Ukraine, Russia and the tense U.N. encounter that almost happened — but didn't

In the end, Ukrainian President Volodymyr Zelenskyy and Russian Foreign Minister Sergey Lavrov avoided staring each other down Wednesday across the U.N. Security Council's famous horseshoe-shaped table. Zelenskyy left before Lavrov arrived.

Associated Press

Sep 20, 2023, 6:53 PM

Updated 307 days ago

Share:

It was a moment the diplomatic world was watching for — but didn't get.
In the end, Ukrainian President Volodymyr Zelenskyy and Russian Foreign Minister Sergey Lavrov avoided staring each other down Wednesday across the U.N. Security Council's famous horseshoe-shaped table. Zelenskyy left before Lavrov arrived.
The near-miss was somewhat to be expected. Yet the moment still spoke to the U.N.'s role as a venue where warring nations can unleash their ire through words instead of weapons. Yet the choreography also underscored the world body's reputation as a place where adversaries sometimes literally talk past each other.
Zelenskyy denounced Russia as “a terrorist state” while Russian Ambassador Vassily Nebenzia sat facing him near the other end of the table's arc. As Zelenskyy launched into his remarks, the Russian briefly looked at his phone, then tucked the device away.
Zelenskyy left before Lavrov's arrival, which came as U.S. Secretary of State Antony Blinken was accusing Russia of having “shredded” key provisions of the U.N. Charter.
Lavrov, in turn, reiterated his country's claims that Kyiv has oppressed Russian speakers in eastern areas, violating the U.N. charter and getting a pass on it from the U.S. and other western countries. Across the table was Ukrainian Ambassador Sergiy Kyslytsya, his eyes on his phone during at least parts of Lavrov's remarks. (Blinken, for his part, took handwritten notes.)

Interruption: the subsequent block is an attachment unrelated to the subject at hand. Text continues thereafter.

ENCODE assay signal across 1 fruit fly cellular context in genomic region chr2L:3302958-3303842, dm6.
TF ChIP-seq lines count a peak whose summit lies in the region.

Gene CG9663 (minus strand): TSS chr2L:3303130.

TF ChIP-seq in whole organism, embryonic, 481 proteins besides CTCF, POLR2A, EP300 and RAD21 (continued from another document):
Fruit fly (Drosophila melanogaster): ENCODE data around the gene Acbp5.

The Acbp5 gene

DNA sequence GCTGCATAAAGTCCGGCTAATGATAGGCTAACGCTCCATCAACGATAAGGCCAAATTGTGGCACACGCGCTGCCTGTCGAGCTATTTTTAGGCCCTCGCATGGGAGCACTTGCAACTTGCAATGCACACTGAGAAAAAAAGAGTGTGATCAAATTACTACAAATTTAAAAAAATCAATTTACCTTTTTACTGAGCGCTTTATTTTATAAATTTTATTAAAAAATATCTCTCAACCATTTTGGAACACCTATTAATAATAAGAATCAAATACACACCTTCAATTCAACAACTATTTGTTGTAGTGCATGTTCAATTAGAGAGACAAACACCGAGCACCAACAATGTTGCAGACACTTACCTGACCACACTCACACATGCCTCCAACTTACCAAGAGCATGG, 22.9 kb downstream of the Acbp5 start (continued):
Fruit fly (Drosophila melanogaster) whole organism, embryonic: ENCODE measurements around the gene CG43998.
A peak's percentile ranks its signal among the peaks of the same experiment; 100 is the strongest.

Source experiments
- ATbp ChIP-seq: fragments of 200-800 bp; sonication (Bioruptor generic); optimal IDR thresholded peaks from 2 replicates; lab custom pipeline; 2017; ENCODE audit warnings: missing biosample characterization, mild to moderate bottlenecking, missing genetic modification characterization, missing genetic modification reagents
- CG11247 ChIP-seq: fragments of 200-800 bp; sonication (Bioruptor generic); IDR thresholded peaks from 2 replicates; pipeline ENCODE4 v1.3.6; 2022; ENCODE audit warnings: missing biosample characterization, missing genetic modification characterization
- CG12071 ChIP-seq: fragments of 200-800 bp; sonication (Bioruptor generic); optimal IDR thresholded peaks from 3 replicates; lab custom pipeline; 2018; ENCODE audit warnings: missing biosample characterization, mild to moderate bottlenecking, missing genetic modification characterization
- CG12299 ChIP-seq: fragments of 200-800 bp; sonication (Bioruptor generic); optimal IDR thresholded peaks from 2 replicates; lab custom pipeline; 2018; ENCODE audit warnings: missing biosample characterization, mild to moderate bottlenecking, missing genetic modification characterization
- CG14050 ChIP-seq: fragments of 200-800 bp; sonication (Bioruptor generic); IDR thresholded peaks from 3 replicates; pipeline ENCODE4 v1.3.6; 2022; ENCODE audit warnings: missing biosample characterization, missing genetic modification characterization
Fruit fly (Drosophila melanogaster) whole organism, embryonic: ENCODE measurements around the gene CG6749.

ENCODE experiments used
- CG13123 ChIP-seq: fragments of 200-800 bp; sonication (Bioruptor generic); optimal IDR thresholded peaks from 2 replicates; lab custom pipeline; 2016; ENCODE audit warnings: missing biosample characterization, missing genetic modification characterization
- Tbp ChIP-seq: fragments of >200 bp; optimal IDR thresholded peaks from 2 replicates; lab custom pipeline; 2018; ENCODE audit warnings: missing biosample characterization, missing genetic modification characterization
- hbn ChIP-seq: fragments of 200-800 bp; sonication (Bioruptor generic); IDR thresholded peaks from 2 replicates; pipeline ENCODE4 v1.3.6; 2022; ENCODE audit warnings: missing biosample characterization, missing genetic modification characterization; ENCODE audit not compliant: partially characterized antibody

If there was no finger-pointing face-off, the atmosphere was decidedly prickly.
Before Zelenskyy's arrival, Nebenzia objected to a speaking order that put the Ukrainian president before the council's members, including Russia. (Albanian Prime Minister Edi Rama, the meeting chair, retorted: “You stop the war, and President Zelenskyy will not take the floor.”)
Zelenskyy had been in the same room, but hardly eye to eye, with a Russian diplomat during the Ukrainian leader's speech Tuesday in the vast hall of the U.N. General Assembly, which this week is holding its annual meeting of top-level leaders. (Russian Deputy Ambassador Dmitry Polyansky later said, wryly, that he'd been focusing on his phone and “didn't notice” Zelenskyy's address.) Before that, Zelenskyy last encountered a Russian official at a 2019 meeting with President Vladimir Putin.
There’s a long history of delegates walking out on rival nations' speeches in the council and other U.N. bodies, and it's not unusual for speakers to duck in and out of Security Council meetings for reasons as simple as scheduling. The group's member countries must have a presence during meetings but can fill their seats with any accredited diplomat.
Ukraine isn't a member but was invited to speak. Ahead of the meeting, Zelenskyy suggested that U.N. members needed to ask themselves why Russia still has a place on a council intended to maintain international peace and security.
There have been verbal fireworks — by diplomatic standards, at least — during the council's scores of meetings on the war. And even the seating chart was a sticking point last year when Lavrov and Ukrainian Foreign Minister Dmytro Kuleba both attended a council meeting that, like Wednesday's, happened alongside the General Assembly’s big annual gathering.